You don’t have to know whether you’re registered as a Democrat or a Republican, but it will affect your vote May 8.
During a Primary Election, voters receive one ballot, either Republican or Democrat, on which they select the party candidates they wish to see appear on the General Election ballot this fall.
If you’re registered as one party or the other in North Carolina, you will get the ballot of that party, something that voters often find surprising on Election Day, according to Wake County Elections Assistant Director Gary Sims.
“A lot of times people get mixed up between a primary election and a general election,” he said. “[If I’m] registered with the Democratic party … The only ballot I’m eligible to vote in a Democratic primary is a Democratic party ballot. I can only vote the ballot of my party.”
Voters who register as “unaffiliated” can choose which ballot to vote May 8, but they still only receive one or the other.
That information — along with your voting site and voter registration number — will be showing up in your mailbox soon. The Board of Elections is mailing out information cards to the county’s more than 600,000 voters. The cards will be sent in batches of 50,000, Sims said, so some people will not receive the cards before Early Voting begins this week.
People who aren’t registered to vote at all have already missed last week’s deadline. But they can register and vote the same day during Early Voting, which begins Thursday.
The other thing voters may find confusing is the early voting schedule, Sims said.
Although Early Voting begins Thursday, only one site will be open that day: The Board of Elections Office. Other Early Voting locations will open April 27.
Many people are also asking about the Constitutional Amendment, but Sims and other Board of Elections employees are barred, by law, from commenting on the amendment. The text of the amendment is posted on the Board of Elections website.
The proposed amendment reads: “Constitutional amendment to provide that marriage between one man and one woman is the only domestic legal union that shall be valid or recognized in this State.”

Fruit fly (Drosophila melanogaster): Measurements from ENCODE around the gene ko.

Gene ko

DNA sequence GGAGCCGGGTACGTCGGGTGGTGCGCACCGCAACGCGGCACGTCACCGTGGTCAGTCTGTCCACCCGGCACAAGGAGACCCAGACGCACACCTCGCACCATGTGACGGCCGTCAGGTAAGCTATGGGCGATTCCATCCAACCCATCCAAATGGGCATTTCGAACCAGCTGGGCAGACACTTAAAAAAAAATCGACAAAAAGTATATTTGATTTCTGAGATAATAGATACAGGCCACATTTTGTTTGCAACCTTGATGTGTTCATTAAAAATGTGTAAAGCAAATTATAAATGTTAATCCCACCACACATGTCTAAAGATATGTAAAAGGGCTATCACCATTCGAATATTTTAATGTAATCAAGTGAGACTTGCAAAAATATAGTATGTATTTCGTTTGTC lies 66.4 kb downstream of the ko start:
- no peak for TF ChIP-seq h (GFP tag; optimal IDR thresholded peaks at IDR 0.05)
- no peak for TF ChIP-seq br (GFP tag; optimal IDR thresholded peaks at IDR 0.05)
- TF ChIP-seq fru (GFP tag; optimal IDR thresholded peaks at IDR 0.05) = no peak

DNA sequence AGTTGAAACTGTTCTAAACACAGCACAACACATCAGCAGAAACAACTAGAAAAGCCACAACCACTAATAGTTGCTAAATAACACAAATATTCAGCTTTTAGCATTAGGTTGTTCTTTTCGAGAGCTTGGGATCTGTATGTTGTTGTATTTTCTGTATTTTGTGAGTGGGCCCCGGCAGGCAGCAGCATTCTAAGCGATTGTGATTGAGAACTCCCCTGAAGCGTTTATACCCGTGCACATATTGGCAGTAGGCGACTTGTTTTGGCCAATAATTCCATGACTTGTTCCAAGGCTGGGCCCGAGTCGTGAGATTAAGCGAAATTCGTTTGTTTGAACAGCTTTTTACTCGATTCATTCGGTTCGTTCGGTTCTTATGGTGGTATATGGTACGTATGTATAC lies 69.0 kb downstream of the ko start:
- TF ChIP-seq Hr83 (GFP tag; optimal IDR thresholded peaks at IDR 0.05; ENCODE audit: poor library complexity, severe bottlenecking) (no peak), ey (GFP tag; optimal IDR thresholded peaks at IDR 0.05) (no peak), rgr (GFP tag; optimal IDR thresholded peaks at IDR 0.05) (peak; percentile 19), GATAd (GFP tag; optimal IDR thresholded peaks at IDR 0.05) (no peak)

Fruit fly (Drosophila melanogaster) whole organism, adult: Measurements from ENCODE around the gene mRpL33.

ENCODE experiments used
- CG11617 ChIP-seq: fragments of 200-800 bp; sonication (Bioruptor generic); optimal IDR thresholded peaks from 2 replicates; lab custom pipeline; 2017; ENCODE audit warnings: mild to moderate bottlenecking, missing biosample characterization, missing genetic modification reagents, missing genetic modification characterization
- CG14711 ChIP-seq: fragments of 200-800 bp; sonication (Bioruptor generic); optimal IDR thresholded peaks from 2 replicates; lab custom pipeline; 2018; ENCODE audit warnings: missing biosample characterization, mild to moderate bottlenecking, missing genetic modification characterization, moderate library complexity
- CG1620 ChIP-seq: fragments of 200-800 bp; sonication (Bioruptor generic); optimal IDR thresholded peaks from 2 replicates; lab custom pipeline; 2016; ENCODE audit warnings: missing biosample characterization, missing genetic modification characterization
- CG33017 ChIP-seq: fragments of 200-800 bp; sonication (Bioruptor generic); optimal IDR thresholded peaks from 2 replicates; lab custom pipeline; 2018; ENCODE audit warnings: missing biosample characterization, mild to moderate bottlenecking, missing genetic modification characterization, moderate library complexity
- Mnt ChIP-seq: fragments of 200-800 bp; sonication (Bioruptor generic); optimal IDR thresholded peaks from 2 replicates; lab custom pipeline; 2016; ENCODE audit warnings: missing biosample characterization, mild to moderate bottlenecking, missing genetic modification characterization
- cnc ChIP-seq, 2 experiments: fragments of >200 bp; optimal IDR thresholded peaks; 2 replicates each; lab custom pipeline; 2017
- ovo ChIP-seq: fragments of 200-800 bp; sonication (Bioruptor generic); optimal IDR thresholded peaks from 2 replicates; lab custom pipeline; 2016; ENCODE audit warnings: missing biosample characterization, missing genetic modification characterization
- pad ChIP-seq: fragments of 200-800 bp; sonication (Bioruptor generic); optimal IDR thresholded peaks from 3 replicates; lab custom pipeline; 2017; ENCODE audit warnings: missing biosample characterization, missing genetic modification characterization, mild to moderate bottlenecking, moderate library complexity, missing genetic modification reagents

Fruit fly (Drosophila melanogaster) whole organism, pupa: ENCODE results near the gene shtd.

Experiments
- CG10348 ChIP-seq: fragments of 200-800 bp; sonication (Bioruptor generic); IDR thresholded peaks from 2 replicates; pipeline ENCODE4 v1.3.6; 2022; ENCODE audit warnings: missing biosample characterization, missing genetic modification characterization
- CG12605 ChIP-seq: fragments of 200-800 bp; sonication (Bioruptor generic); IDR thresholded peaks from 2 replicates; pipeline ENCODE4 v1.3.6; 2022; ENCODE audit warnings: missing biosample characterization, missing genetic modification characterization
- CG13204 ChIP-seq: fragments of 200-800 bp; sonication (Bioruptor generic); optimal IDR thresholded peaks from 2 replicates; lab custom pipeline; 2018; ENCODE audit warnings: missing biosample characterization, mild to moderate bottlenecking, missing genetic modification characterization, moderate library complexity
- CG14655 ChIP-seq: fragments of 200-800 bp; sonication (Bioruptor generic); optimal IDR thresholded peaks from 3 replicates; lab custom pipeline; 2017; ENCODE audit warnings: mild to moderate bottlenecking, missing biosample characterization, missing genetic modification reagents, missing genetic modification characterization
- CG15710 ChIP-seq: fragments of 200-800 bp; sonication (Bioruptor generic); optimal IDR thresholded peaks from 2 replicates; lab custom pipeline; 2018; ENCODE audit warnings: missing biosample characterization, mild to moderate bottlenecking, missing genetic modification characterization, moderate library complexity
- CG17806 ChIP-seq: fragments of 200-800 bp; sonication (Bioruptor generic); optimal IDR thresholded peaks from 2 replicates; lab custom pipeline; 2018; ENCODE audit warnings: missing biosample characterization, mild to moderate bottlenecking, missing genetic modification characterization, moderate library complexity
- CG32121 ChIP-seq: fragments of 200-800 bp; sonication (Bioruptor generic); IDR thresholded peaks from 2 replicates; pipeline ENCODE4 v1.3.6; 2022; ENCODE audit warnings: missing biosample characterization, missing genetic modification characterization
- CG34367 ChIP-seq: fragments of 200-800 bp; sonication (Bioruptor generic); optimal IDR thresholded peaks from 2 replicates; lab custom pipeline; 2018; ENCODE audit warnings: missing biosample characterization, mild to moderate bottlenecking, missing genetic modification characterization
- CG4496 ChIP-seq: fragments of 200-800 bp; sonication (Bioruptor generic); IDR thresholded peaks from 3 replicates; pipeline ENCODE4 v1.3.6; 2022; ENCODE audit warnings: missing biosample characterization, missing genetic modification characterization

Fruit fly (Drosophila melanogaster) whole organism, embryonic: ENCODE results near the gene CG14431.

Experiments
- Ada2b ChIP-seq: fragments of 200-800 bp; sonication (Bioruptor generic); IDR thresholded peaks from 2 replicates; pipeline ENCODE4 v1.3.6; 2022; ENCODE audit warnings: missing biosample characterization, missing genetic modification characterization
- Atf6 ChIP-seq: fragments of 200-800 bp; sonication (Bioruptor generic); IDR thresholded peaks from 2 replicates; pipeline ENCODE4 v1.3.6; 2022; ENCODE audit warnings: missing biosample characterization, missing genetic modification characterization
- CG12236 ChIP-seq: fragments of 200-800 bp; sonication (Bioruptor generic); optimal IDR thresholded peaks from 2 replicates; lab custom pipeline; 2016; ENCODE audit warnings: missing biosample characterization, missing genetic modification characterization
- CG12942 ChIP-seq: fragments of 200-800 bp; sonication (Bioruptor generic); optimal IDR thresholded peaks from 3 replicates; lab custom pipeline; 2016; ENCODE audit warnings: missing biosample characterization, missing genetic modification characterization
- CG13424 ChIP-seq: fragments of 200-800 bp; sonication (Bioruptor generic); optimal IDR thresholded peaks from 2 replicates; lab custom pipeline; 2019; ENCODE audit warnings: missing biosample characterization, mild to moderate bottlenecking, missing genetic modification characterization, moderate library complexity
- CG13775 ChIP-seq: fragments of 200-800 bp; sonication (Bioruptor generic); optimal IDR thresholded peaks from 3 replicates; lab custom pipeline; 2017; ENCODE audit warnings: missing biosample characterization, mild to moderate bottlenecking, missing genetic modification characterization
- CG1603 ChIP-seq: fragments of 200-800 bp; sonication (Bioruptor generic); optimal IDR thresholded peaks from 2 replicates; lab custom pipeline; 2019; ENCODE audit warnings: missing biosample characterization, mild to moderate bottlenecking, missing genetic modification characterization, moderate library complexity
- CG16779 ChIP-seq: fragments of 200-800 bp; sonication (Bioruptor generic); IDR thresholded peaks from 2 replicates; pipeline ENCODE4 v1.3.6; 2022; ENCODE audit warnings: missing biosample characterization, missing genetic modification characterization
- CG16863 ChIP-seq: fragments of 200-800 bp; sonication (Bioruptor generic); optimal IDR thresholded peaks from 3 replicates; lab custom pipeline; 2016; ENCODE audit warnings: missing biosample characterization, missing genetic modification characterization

Voters will then choose “for” or “against.”
Sims said the amendment is making election turnout “hard to gauge” this year.
During the last similar election in 2008, about 40 percent of voters turned out. Sims said this year might exceed that.
“This is a big one. We have a primary in both political party governor races,” he said. “We have a Constitutional Amendment on a primary ballot. That’s not the norm. We do believe we’re going to have higher-than-normal turnout.”
One other note for any 17-year-old voters: A 17-year-old eligible to vote in November’s General Election is allowed to vote in the May 8 Primary. However, he or she cannot vote on the Constitutional Amendment.
Early voting for the May election: April 19-May 5
See map and schedule for Early Voting
Election Day Voting
Polls open: 6:30 a.m. – 7:30 p.m.
Find local polling places at on the Board of Elections website.
Requests for absentee ballots are due by 5 p.m. Tuesday, May 1. No emails accepted. The letter must include:
• Request Statement (“I am requesting an absentee ballot for the _______ Election.”)
• Name of voter
• Residential address of voter
• Address where ballot should be mailed (if different from residential address)
• Date of birth of voter
• Telephone number
• Signature of voter or near relative* (indicate relationship with voter)
The ballots are due by 5 p.m. May 7.